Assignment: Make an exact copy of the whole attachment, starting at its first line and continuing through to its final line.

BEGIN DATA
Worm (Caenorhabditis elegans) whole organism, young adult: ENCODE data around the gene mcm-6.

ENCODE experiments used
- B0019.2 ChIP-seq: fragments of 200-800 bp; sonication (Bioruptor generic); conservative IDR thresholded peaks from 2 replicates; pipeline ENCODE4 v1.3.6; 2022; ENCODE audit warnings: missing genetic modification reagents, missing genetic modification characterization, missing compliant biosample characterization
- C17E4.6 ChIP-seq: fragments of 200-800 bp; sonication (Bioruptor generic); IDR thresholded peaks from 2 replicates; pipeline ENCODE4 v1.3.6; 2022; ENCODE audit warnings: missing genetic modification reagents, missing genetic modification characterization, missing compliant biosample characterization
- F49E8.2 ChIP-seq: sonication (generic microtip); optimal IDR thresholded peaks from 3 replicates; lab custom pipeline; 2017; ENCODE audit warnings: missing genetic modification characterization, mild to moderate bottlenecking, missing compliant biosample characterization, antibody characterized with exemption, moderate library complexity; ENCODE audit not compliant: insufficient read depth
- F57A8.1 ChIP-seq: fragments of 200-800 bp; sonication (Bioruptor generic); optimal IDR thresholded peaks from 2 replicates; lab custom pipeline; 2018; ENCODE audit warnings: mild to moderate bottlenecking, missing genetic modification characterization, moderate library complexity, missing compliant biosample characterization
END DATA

Worm (Caenorhabditis elegans) whole organism, young adult: ENCODE data around the gene mcm-6.

ENCODE experiments used
- B0019.2 ChIP-seq: fragments of 200-800 bp; sonication (Bioruptor generic); conservative IDR thresholded peaks from 2 replicates; pipeline ENCODE4 v1.3.6; 2022; ENCODE audit warnings: missing genetic modification reagents, missing genetic modification characterization, missing compliant biosample characterization
- C17E4.6 ChIP-seq: fragments of 200-800 bp; sonication (Bioruptor generic); IDR thresholded peaks from 2 replicates; pipeline ENCODE4 v1.3.6; 2022; ENCODE audit warnings: missing genetic modification reagents, missing genetic modification characterization, missing compliant biosample characterization
- F49E8.2 ChIP-seq: sonication (generic microtip); optimal IDR thresholded peaks from 3 replicates; lab custom pipeline; 2017; ENCODE audit warnings: missing genetic modification characterization, mild to moderate bottlenecking, missing compliant biosample characterization, antibody characterized with exemption, moderate library complexity; ENCODE audit not compliant: insufficient read depth
- F57A8.1 ChIP-seq: fragments of 200-800 bp; sonication (Bioruptor generic); optimal IDR thresholded peaks from 2 replicates; lab custom pipeline; 2018; ENCODE audit warnings: mild to moderate bottlenecking, missing genetic modification characterization, moderate library complexity, missing compliant biosample characterization